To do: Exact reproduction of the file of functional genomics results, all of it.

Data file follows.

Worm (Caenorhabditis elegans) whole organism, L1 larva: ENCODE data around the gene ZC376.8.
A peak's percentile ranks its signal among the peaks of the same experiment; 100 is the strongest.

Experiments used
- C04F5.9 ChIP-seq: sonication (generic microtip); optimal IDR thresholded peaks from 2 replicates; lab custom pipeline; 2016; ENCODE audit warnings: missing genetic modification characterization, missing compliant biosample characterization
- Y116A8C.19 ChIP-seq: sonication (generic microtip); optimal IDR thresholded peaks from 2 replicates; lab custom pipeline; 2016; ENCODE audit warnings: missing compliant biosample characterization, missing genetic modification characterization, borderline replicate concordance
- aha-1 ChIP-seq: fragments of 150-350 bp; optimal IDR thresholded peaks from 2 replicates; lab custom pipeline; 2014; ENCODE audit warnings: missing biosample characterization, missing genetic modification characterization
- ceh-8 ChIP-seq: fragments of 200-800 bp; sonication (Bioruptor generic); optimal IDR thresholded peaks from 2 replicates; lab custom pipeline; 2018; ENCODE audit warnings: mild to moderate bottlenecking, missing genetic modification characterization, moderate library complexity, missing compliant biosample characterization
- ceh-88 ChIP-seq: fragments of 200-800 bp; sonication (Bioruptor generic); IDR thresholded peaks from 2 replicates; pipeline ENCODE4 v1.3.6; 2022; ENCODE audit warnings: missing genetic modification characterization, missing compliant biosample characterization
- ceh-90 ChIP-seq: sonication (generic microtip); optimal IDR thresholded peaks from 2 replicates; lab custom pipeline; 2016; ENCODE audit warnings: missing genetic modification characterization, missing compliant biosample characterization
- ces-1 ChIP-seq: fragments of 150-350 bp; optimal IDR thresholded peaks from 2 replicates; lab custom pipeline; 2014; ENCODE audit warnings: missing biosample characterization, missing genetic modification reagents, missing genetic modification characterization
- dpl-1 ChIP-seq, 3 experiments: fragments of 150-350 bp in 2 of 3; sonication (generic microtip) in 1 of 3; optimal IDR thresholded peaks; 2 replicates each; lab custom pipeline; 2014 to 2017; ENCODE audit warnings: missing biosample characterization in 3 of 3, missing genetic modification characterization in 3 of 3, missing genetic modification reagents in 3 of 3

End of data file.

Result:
Worm (Caenorhabditis elegans) whole organism, L1 larva: ENCODE data around the gene ZC376.8.
A peak's percentile ranks its signal among the peaks of the same experiment; 100 is the strongest.

Experiments used
- C04F5.9 ChIP-seq: sonication (generic microtip); optimal IDR thresholded peaks from 2 replicates; lab custom pipeline; 2016; ENCODE audit warnings: missing genetic modification characterization, missing compliant biosample characterization
- Y116A8C.19 ChIP-seq: sonication (generic microtip); optimal IDR thresholded peaks from 2 replicates; lab custom pipeline; 2016; ENCODE audit warnings: missing compliant biosample characterization, missing genetic modification characterization, borderline replicate concordance
- aha-1 ChIP-seq: fragments of 150-350 bp; optimal IDR thresholded peaks from 2 replicates; lab custom pipeline; 2014; ENCODE audit warnings: missing biosample characterization, missing genetic modification characterization
- ceh-8 ChIP-seq: fragments of 200-800 bp; sonication (Bioruptor generic); optimal IDR thresholded peaks from 2 replicates; lab custom pipeline; 2018; ENCODE audit warnings: mild to moderate bottlenecking, missing genetic modification characterization, moderate library complexity, missing compliant biosample characterization
- ceh-88 ChIP-seq: fragments of 200-800 bp; sonication (Bioruptor generic); IDR thresholded peaks from 2 replicates; pipeline ENCODE4 v1.3.6; 2022; ENCODE audit warnings: missing genetic modification characterization, missing compliant biosample characterization
- ceh-90 ChIP-seq: sonication (generic microtip); optimal IDR thresholded peaks from 2 replicates; lab custom pipeline; 2016; ENCODE audit warnings: missing genetic modification characterization, missing compliant biosample characterization
- ces-1 ChIP-seq: fragments of 150-350 bp; optimal IDR thresholded peaks from 2 replicates; lab custom pipeline; 2014; ENCODE audit warnings: missing biosample characterization, missing genetic modification reagents, missing genetic modification characterization
- dpl-1 ChIP-seq, 3 experiments: fragments of 150-350 bp in 2 of 3; sonication (generic microtip) in 1 of 3; optimal IDR thresholded peaks; 2 replicates each; lab custom pipeline; 2014 to 2017; ENCODE audit warnings: missing biosample characterization in 3 of 3, missing genetic modification characterization in 3 of 3, missing genetic modification reagents in 3 of 3